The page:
The Great American Breakfast

PHOTO BY JOTIS VIA FLICKR

Prior to the nineteenth century, breakfast in America was an afterthought. the day labourer may have a small snack before he tends to his crop, and then eat another small meal later in the day, often leaving the largest meal for supper, where most americans got their nutrients for the day.

The History of the American Breakfast.

PHOTO BY SOCANSKI VIA GETTY IMAGES

The breakfast with which we associate the title “American Breakfast” does not start to emerge until the mid-nineteenth century, with America becoming more industrialized, traveling on trains and via steamboats became more popular and commonplace for those who could afford it. with this traveling, came hotels. Hotels, which often cropped up around popular destinations for trains, a system that seemed to grow organically together and around each other. the typical breakfast we would see in hotels of this era are described in Abigail Carroll’s book “Three Square: The Invention of the American Meal” is as follows:

“…Hot and cold bread of different sorts, including corn bread (a little of which was rather nice with plenty of molasses and butter), little seed cakes, pancakes, and fritters, milk, butter buried in large lumps of ice, molasses, preserves and blackberry syrup in large soup tureens…hot beef steaks, roast and boiled chickens, and various sorts of cold meat. To drink, we had tea and coffee, and, occasionally chocolate with hot, cold and iced milk, and white and brown sugar”

-Abigail Carroll, Pg.133, “Three Sqaures”

This breakfast is the forefather of what we consider to be our “American breakfast”. Key players like pancakes, milk, preserves, steaks (although they have fallen out of fashion, steak and eggs is still in the pantheon of the American breakfast) and several drinks such as tea or coffee, and even “chocolate with hot…milk”, a precursor to what we consider hot chocolate.

On the subject of beverages, we find America’s favorite, orange juice missing from this menu.

PHOTO VIA DREAMSTIME

Orange Juice becomes a staple of the american breakfast in the 1920s and is lauded as a health drink, it is during this era that it becomes tied to breakfast, and is served alongside the aforemented foods along in hotels and more importantly, in trains.

MICHIGAN CENTRAL 1941, by Justin Nystrom

Trains, one of the primary modes of long form transportation prior to the advent of our highway system and airplanes, were essential in the creation and wide spread consistency of the American breakfast.  not just entirely trains, you can thank boat travel as well, but these modes of transportation are the reason our breakfast becomes more streamlined. If you look at a menu from the U.S.M.S Philadelphia in 1910, you can see that the luxury foods are still present, but are slowly become less of the mainstay as easier to preserve and quicker to create meals become more of a mainstay of the menu, you see things like Grilled ham, all sorts of eggs, a variety of quickfire rolls and cakes (oat, wheat and pan) muffins, and hash become more popular. The rise of the popularity of these items would suggest that the diner, while they still have a penchant for fresh made food, do not need the decadent breakfast of the mid nineteenth century and have instead turned towards convenience. These items that rise in popularity can be made quickly, stored in abundance for longer periods of time (salted meats, mixes and ingredients for cakes and breads) and can better serve the growing appetite for speed and convenience which fueled the Aamerican railway industry. In addition to this, these products are not only easier to preserve and able to be stored more effectively, they are more widely available, and lack the consistency issues of these higher value cuts of meat and fancy fish breakfasts. By eliminating this consistency issue, they are able to serve a much more streamlined menu and focus more on quality that they can control.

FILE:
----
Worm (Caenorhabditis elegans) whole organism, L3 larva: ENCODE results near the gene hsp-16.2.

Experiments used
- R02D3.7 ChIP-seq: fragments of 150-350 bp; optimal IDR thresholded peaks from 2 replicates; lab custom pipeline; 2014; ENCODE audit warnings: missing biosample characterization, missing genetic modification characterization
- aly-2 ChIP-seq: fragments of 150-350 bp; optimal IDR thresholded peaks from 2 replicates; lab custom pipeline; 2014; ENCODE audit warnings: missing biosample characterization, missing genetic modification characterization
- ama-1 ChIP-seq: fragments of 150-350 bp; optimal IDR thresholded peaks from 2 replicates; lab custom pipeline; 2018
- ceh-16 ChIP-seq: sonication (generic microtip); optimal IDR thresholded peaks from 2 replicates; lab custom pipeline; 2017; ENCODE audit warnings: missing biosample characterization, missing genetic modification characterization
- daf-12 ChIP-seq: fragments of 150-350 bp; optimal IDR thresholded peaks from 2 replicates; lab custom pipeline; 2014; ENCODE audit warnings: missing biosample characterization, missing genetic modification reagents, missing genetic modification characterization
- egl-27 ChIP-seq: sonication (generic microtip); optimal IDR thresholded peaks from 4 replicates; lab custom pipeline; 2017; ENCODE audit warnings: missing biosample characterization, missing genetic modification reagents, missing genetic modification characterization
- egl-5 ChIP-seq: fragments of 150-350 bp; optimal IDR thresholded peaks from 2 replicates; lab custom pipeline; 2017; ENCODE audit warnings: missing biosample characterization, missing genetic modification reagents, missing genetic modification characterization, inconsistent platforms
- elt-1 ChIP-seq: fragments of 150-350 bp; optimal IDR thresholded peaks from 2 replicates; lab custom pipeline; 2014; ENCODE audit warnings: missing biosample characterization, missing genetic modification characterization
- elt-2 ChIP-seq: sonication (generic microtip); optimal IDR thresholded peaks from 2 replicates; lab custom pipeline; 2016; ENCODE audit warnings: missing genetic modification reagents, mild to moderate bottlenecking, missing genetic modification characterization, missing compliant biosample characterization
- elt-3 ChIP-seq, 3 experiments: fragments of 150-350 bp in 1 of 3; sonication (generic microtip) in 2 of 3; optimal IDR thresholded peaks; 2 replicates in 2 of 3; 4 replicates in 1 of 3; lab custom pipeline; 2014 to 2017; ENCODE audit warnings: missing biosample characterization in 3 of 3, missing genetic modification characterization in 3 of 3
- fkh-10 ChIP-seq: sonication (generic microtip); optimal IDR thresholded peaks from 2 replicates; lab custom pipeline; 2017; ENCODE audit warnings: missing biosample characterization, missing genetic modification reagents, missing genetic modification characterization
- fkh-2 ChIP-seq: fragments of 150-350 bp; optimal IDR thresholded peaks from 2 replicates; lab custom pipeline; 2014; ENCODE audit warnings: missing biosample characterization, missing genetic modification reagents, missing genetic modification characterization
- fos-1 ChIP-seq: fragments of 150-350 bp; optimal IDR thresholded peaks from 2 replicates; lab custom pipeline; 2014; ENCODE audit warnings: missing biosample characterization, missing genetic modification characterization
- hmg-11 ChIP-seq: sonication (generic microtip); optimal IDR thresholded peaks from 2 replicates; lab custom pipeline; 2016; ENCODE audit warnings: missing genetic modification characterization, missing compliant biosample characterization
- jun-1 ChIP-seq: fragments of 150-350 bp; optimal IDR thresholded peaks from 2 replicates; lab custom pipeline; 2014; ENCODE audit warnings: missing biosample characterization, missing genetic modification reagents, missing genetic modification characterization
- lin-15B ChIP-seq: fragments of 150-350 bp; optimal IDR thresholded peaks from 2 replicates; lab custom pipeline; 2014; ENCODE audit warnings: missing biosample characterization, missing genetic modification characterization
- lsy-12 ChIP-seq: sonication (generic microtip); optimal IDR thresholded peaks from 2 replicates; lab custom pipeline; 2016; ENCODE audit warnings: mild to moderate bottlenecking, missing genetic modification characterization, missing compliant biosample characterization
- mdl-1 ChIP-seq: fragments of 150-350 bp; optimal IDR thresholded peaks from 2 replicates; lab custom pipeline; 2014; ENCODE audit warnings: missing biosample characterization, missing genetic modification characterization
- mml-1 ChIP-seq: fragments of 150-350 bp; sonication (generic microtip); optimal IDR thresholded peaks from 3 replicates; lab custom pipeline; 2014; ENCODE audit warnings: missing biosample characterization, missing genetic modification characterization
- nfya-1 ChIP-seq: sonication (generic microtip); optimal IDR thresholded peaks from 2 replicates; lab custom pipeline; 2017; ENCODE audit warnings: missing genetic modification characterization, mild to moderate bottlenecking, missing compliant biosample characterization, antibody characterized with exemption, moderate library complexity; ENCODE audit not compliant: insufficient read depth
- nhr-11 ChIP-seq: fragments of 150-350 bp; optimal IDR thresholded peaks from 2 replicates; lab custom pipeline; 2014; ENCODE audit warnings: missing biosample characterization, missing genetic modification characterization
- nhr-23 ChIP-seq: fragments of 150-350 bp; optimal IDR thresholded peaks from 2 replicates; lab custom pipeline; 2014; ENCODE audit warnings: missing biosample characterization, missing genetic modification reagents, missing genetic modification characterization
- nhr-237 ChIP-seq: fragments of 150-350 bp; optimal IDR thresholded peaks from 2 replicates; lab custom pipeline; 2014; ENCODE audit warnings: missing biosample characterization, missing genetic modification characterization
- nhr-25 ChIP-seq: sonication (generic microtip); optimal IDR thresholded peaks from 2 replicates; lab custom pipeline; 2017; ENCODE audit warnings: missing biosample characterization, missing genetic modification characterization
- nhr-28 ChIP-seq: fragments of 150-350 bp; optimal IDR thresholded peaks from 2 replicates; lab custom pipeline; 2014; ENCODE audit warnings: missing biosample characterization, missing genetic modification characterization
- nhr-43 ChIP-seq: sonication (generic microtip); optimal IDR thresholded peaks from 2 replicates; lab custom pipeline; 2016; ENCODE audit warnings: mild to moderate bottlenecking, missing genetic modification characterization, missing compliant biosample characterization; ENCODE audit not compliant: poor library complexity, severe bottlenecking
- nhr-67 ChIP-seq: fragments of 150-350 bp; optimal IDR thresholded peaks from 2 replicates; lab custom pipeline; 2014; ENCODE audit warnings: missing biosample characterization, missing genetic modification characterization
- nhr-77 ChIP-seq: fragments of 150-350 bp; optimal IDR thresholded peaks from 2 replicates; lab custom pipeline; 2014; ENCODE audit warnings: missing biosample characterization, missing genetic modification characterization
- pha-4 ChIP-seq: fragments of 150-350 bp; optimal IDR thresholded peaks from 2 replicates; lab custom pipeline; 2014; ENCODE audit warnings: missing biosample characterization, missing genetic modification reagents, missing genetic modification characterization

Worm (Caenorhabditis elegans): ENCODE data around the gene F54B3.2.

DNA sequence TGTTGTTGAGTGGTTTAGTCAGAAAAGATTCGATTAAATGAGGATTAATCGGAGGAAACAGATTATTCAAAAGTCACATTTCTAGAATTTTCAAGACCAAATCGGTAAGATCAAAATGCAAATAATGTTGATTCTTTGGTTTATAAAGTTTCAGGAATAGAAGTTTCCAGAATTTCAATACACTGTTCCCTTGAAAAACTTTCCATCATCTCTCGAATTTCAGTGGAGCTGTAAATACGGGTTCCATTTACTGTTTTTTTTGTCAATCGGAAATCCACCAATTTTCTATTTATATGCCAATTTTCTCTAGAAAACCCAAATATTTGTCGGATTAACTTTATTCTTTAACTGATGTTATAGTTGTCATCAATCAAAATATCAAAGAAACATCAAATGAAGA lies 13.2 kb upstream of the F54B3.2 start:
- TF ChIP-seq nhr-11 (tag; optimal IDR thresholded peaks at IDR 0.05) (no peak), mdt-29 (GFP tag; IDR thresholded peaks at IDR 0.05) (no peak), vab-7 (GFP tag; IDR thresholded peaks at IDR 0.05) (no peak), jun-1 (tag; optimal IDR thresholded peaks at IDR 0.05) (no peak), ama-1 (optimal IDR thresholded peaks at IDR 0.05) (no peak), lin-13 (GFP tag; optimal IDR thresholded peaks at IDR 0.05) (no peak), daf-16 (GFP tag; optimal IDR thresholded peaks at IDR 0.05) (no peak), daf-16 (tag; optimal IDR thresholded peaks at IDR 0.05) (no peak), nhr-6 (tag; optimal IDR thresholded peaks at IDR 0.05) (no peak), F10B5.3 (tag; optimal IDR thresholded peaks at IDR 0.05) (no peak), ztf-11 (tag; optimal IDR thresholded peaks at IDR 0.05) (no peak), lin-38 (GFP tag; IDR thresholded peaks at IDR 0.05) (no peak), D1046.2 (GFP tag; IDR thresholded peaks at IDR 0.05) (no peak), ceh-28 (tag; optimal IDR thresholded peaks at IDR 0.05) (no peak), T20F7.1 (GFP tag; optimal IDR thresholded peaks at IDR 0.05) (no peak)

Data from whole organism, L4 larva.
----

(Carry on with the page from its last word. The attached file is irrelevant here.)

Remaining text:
PICTURE VIA NEW YORK PUBLIC LIBRARY
PICTURE VIA NEW YORK PUBLIC LIBRARY

To further this point, when looking at an actual railway, you discover this theory to hold up, a 1939 menu from the Southern Pacific Railroad shows breakfast has been incredibly streamlined, a menu selection of a few fruits, like grapefruit, cantaloupe or baked prunes, cereal in cream, ham or bacon with eggs, corned beef hash, muffins and toast, all things that could pretty easily be found in a modern diner, bar the baked prunes. Now this menu is from a chartered trip by the American Library Association, but I believe the fact that the menu is nearly identical to something you would find today, shows that our appetite for quickfire and convenient breakfasts has not gone away, and has in fact remained the pantheon for which breakfast stands on today, all the items we come to love with breakfast are relatively simple, and are either made with ingredients on hand or leftovers, to create something quick and easy to start our day with.

PHOTO VIA ELVINPHOTO

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